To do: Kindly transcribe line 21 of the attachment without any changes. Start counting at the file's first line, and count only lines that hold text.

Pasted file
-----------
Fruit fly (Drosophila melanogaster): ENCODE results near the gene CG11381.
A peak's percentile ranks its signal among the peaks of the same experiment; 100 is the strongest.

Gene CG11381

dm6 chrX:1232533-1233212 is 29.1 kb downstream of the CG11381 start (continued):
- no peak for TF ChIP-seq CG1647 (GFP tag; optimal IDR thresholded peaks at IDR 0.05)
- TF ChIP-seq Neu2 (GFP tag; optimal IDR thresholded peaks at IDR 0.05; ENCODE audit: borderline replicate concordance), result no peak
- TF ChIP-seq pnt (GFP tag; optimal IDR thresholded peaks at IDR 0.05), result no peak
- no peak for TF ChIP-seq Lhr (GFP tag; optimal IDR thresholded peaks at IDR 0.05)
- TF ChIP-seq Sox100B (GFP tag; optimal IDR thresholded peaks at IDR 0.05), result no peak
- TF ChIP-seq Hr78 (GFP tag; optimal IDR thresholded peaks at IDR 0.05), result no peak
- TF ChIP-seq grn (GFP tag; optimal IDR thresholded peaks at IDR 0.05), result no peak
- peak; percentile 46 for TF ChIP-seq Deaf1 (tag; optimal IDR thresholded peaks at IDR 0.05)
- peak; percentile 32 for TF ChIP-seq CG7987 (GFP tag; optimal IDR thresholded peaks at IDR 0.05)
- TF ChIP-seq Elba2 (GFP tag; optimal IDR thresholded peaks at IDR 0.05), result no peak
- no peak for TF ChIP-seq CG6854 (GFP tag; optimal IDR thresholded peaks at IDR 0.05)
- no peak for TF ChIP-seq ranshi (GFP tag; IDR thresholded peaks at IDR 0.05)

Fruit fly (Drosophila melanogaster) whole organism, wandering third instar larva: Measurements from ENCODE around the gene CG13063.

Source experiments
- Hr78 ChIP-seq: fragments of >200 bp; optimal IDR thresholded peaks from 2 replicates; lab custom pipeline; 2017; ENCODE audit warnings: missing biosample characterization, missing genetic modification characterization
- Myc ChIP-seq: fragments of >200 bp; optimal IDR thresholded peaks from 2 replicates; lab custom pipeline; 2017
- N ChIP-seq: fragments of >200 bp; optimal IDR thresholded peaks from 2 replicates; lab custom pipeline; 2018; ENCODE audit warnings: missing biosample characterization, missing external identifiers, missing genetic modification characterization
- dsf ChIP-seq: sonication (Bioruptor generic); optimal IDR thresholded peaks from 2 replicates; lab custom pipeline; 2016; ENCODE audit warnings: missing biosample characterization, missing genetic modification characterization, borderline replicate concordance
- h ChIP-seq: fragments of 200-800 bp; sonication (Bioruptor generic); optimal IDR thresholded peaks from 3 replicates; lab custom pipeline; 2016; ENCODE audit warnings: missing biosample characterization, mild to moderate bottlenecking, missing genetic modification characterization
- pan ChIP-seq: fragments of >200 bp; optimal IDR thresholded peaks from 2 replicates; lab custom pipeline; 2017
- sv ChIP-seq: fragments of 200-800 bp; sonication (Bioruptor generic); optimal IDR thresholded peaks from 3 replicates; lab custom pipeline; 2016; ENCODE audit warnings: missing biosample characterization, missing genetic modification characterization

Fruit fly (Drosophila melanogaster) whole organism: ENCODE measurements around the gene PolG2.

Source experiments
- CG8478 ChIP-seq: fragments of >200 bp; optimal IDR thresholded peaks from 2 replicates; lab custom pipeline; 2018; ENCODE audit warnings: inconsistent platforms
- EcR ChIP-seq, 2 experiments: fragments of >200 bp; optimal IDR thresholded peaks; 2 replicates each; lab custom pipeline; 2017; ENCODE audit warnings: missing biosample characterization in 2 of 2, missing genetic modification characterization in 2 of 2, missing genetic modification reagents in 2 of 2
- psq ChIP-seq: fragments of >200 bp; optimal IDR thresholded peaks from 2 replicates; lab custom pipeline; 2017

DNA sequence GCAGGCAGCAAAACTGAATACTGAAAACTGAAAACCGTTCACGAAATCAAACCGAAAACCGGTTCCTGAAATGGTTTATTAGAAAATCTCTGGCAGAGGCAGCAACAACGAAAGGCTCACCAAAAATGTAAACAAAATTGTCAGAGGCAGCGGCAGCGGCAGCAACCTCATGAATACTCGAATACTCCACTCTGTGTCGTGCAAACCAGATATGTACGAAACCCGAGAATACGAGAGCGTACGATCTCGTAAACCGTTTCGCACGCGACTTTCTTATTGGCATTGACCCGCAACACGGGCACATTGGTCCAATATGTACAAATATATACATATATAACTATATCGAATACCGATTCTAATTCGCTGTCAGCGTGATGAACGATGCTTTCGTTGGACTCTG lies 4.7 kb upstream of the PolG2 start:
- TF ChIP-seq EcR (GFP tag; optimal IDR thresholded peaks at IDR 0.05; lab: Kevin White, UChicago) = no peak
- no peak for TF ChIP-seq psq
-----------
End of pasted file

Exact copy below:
- N ChIP-seq: fragments of >200 bp; optimal IDR thresholded peaks from 2 replicates; lab custom pipeline; 2018; ENCODE audit warnings: missing biosample characterization, missing external identifiers, missing genetic modification characterization